Car companies often use their crash test ratings as a selling point. If the vehicle is rated very highly, manufacturers and dealers try to promote it on the basis that it will help keep you safe when someone else hits you. You can’t always prevent an accident, but you can be safer.
But do these ratings actually mean anything? If you got into an accident in the highest-rated vehicle, would you be safer than in the lowest-rated vehicle?
Not all stars are the same, and most vehicles rate highly
It’s not that they don’t matter, but they can be deceptive. For instance, did you know that the number of stars a vehicle gets is only relevant for that type of vehicle, not for all of them? For instance, a sedan and an SUV could both get five stars. That doesn’t mean they offer you the same level of safety, as they’re in different weight classes. Heavier, taller vehicles tend to be safer.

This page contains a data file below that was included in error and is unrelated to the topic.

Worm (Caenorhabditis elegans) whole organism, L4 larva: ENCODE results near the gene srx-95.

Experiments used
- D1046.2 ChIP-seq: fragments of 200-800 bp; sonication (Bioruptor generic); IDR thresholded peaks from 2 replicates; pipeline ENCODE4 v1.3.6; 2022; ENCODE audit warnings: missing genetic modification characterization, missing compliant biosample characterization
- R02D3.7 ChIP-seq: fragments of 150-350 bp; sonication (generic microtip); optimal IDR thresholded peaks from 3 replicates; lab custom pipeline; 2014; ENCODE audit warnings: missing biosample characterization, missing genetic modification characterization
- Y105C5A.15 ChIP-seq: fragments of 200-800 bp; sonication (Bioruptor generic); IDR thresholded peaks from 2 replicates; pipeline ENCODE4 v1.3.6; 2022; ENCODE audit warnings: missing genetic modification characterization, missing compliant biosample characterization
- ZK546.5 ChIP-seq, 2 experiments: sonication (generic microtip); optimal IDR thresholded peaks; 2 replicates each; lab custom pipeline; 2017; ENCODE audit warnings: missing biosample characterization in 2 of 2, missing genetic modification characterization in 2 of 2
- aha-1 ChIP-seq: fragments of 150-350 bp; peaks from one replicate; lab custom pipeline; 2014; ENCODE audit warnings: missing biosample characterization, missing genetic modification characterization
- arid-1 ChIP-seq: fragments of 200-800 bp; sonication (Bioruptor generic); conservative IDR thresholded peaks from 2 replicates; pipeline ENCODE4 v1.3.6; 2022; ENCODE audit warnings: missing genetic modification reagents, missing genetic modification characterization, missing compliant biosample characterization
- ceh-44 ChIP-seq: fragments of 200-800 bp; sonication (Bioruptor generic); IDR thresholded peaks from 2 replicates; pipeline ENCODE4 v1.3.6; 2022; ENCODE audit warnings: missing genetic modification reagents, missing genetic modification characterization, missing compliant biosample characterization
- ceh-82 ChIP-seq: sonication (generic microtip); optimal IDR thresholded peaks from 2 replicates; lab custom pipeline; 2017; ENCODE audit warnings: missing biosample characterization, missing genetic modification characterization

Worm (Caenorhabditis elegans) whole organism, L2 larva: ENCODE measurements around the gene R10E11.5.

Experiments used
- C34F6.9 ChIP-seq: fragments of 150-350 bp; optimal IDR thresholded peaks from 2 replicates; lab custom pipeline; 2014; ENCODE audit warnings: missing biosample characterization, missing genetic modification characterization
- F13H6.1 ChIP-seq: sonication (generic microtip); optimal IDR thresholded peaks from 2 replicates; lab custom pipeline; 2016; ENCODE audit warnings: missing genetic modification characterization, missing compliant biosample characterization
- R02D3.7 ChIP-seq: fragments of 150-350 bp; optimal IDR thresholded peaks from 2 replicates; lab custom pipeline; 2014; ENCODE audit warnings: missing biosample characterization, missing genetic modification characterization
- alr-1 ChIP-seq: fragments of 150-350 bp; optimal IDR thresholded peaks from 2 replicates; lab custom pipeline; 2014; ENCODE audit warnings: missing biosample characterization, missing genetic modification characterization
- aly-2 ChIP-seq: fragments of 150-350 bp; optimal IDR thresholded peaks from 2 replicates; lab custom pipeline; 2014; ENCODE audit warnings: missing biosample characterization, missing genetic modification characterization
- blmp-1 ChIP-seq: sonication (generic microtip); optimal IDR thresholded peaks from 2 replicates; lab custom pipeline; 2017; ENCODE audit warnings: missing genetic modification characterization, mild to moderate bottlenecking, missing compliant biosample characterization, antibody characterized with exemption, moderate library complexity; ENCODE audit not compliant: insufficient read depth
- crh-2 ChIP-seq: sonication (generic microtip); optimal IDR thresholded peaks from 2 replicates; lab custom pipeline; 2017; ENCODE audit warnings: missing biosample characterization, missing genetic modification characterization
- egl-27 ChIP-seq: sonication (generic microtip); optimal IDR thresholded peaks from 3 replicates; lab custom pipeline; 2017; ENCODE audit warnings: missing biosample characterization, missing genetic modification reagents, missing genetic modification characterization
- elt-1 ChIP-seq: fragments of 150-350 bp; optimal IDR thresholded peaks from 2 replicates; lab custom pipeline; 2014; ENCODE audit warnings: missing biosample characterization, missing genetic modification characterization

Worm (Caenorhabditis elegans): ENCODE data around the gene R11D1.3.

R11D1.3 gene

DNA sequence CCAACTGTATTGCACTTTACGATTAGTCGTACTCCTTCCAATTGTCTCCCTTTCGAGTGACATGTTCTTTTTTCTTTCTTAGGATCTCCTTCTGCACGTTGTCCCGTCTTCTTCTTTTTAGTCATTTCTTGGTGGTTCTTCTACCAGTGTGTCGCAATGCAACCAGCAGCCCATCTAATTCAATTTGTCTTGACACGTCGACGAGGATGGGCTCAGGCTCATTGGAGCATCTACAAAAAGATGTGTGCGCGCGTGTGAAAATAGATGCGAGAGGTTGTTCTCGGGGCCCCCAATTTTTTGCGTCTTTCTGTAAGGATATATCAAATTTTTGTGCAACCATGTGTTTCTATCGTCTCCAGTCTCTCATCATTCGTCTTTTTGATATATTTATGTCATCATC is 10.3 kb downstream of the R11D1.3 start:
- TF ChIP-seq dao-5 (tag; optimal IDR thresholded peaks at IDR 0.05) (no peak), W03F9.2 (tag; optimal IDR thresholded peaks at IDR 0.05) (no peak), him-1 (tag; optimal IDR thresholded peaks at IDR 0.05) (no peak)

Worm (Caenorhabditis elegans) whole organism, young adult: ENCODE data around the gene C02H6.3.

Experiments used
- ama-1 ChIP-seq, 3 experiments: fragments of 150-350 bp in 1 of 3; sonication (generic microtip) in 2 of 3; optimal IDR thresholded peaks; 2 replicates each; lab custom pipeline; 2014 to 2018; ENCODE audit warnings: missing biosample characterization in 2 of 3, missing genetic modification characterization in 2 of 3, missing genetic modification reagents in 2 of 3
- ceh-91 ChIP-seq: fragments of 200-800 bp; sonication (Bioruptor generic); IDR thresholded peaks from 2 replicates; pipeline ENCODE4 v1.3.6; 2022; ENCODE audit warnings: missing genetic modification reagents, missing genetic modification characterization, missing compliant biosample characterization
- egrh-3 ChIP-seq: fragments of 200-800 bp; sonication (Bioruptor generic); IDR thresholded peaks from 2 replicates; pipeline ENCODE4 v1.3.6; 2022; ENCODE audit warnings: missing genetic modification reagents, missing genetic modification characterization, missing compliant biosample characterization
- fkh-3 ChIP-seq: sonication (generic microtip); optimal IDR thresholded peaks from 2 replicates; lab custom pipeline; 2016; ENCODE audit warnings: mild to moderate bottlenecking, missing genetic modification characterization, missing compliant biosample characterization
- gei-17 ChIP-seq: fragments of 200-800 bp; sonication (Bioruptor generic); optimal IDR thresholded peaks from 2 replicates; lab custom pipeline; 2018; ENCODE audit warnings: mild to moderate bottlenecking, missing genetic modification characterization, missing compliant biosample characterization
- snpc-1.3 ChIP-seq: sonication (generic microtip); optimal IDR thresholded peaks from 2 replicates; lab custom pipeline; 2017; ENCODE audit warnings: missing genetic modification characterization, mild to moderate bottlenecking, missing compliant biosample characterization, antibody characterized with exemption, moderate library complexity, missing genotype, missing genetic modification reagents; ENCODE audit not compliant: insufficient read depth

Another potential complication is that all vehicles tend to rate well. Some reports claim that 96% of all vehicles from the last decade have been given one of the top two ratings. So, while you are technically deciding between vehicles with five different rating options, you really don’t have as many choices as you think. Is the “safest” car actually that much better than your other option if there are only two levels that you’re choosing between?
You can get injured in any vehicle
Finally, no matter what rating your vehicle gets, you can get injured in an accident that another driver causes. If you do, be sure you know how to seek compensation for your medical bills and other costs. Learning more about your legal options is always to your advantage.